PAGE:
TOKYO -- After five delays on delivering Japan's first domestically built passenger jet, Mitsubishi Heavy Industries, parent company of Mitsubishi Aircraft, is determined to meet its new deadline of 2020. To do that, Mitsubishi Heavy head Shunichi Miyanaga has tapped two of his most trusted aides to steer the subsidiary.
Alongside Hisakazu Mizutani, who took over as President of Mitsubishi Aircraft on April 1, Mitsubishi has sent Yuichi Shinohara, a trusted Miyanaga associate, to oversee all development aspects of the Mitsubishi Regional Jet as chief executive officer.
The tandem is tasked to ensure the maiden flight takes off by the 2020 Tokyo Olympics.
Delivery of the first MRJ to ANA Holdings was originally planned for 2013, but has been delayed five times. Now, with the delivery date set for mid-2020, Mitsubishi has its back against the wall.
"Meeting the 2020 date comes before everything. Even more than acquiring new orders," Mizutani has said. The company plans to unveil the MRJ at the International Paris Air Show in June.
Repeated delays have undermined Mitsubishi's credibility. The company has received orders for more than 400 aircraft, including unofficial orders, but ANA -- the customer Mitsubishi tabbed for the plane's initial launch -- has decided to source a replacement aircraft from Boeing.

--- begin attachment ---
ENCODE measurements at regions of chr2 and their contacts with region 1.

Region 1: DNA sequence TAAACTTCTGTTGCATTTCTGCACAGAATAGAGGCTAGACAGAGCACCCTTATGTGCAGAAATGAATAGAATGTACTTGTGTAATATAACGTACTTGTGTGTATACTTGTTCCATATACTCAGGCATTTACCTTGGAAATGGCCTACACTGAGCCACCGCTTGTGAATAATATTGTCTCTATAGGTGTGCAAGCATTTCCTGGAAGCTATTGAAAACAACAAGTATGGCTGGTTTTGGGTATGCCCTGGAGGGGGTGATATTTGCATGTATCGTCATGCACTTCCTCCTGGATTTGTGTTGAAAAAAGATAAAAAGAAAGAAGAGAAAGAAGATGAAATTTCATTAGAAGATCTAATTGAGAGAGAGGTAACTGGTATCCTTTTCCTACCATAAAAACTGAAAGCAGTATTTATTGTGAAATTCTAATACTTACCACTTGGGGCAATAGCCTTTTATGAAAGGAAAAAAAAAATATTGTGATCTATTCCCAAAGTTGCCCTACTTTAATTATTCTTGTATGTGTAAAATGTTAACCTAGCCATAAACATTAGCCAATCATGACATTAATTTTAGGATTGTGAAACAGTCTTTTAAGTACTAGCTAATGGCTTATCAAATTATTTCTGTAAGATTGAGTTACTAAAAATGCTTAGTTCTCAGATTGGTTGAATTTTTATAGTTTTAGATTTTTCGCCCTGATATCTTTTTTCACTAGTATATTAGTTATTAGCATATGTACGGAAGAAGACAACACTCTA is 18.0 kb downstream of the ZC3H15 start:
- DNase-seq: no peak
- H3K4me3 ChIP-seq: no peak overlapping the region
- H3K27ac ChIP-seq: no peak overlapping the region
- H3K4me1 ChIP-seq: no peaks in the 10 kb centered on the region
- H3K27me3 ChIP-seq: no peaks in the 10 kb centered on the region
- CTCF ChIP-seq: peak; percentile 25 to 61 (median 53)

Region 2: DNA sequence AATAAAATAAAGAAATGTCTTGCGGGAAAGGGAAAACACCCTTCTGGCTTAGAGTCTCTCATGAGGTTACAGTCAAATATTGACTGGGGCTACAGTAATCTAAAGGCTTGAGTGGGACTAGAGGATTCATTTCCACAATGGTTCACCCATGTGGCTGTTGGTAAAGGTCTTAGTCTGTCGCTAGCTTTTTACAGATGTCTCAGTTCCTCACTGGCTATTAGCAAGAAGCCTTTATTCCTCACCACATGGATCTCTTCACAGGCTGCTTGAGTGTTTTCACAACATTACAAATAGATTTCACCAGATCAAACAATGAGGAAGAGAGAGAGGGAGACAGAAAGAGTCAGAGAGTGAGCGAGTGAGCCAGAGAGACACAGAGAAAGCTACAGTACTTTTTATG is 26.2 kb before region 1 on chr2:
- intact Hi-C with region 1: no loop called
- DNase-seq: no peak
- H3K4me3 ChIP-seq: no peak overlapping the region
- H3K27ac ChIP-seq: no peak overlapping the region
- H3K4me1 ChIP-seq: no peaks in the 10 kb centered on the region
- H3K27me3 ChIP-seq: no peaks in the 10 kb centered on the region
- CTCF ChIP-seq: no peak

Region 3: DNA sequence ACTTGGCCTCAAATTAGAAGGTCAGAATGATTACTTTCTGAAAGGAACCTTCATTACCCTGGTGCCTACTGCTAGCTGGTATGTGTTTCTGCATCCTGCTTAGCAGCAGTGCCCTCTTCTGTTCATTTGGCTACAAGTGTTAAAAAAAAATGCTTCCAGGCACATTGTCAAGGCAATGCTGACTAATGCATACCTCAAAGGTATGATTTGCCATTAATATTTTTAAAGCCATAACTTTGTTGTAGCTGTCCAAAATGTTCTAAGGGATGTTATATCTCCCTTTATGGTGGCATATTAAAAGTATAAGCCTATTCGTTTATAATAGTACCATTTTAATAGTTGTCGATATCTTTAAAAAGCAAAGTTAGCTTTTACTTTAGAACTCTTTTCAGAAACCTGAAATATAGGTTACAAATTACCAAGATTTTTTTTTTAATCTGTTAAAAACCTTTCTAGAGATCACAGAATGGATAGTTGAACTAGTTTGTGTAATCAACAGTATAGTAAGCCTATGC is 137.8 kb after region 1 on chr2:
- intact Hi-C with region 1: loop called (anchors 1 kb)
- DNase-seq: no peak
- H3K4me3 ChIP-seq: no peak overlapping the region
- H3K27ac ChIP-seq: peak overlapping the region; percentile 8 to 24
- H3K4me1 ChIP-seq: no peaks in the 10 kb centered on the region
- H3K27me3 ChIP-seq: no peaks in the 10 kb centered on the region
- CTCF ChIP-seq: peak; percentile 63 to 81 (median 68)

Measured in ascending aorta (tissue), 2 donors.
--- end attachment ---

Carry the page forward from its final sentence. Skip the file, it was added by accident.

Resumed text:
Mizutani was known as a tough internal auditor at Mitsubishi Heavy's head office. Shinohara has been a close aide to Miyanaga since his Hiroshima days, where the Mitsubishi leader spent 17 years of his earlier career.
Shinohara is giving more authority to foreign engineers to obtain certification from aviation authorities.
A recent visit to the company's Aichi Prefecture plant revealed only four MRJs being assembled, in a large, assembly facility which has the capacity to produce up to 12 aircraft simultaneously. The company was planning to start manufacturing 10 aircraft a month by 2020, but the latest delay, announced in January, forced the company to postpone mass-production.
The department tasked with the procurement of commercial aircraft, including the MRJ, was charged with strict review of costs from scratch. A design change, which was the cause for the repeated delays, will be finished by fall.
Currently, there are four MRJs undergoing test flights in the U.S.